Jacks is a child's game with rubber ball and spiky metal piece. Encyclopedia Brittanica provides an phonetic explanation for the pieces' term.
The name derives from “chackstones”—stones to be tossed. ... In the United States and Canada jacks is primarily a children’s game played with six to 12 or more six-pronged iron or plastic jacks and a small ball
 Jack as a Playing Card Figure
A jack is a face card in a deck of playing cards, ranking below queen and king.
  • According to "History of Blackjack",
    The game was still termed ‘21’ when it gained popularity in Nevada in 1931 as the State first chose to make gambling legal. To draw more people to the game, some casinos then offered a special bet: A hand featuring either of the black jacks (the Jack of Spades or that of Clubs) plus the Ace of Spades would pay 10-to-1 odds on the lucky player’s bet.
  • "Why are Jacks Called Jacks?" provides some background about the jack and relationship to knave.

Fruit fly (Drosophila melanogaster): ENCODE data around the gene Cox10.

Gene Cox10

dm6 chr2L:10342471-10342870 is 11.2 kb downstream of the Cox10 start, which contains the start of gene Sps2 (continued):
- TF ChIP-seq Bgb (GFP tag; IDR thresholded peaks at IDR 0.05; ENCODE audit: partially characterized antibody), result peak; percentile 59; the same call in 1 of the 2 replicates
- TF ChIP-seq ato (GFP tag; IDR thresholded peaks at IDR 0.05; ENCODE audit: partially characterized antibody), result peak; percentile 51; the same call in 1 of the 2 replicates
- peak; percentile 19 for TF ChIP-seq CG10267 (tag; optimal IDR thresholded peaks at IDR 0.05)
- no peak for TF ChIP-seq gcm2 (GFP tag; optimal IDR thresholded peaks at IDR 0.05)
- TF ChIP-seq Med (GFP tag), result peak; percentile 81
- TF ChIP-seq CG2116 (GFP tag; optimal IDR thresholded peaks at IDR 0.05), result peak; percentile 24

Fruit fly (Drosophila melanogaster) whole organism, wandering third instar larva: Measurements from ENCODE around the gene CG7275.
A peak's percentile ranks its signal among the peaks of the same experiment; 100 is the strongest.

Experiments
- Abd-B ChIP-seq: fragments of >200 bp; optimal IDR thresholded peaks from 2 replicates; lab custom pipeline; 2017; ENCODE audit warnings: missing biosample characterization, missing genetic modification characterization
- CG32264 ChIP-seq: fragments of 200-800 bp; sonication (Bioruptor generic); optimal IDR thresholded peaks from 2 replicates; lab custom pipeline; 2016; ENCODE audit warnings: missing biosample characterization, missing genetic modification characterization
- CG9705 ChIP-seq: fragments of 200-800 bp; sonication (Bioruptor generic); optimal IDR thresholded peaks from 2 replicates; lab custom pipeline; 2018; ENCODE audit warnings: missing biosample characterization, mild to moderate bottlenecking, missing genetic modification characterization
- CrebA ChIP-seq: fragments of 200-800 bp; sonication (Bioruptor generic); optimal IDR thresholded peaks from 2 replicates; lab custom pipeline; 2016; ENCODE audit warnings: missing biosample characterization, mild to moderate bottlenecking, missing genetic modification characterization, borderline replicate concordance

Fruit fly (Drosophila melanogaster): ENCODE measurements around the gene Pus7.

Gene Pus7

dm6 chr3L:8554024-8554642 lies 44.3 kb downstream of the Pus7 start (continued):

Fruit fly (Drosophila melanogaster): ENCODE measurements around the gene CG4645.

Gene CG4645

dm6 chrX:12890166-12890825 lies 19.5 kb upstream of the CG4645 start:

Originally, in England, the court cards were called king, queen and knave, with knave being the now-defunct term for a male servant. Card game books still referred to the knave in the 3rd quarter of the 19th century. …The word jack also had 'a common man' as one of its meanings.
  • A New Yorker cartoon has the image of a jack fulfilling a role as another jack.
  • A very popular older song was "From A Jack To A King" by Ricky Van Shelton. It used references to playing cards to convey love conquest.
Jacks Part 2 includes more jacks-related items of song, video media, food, and miscellaneous.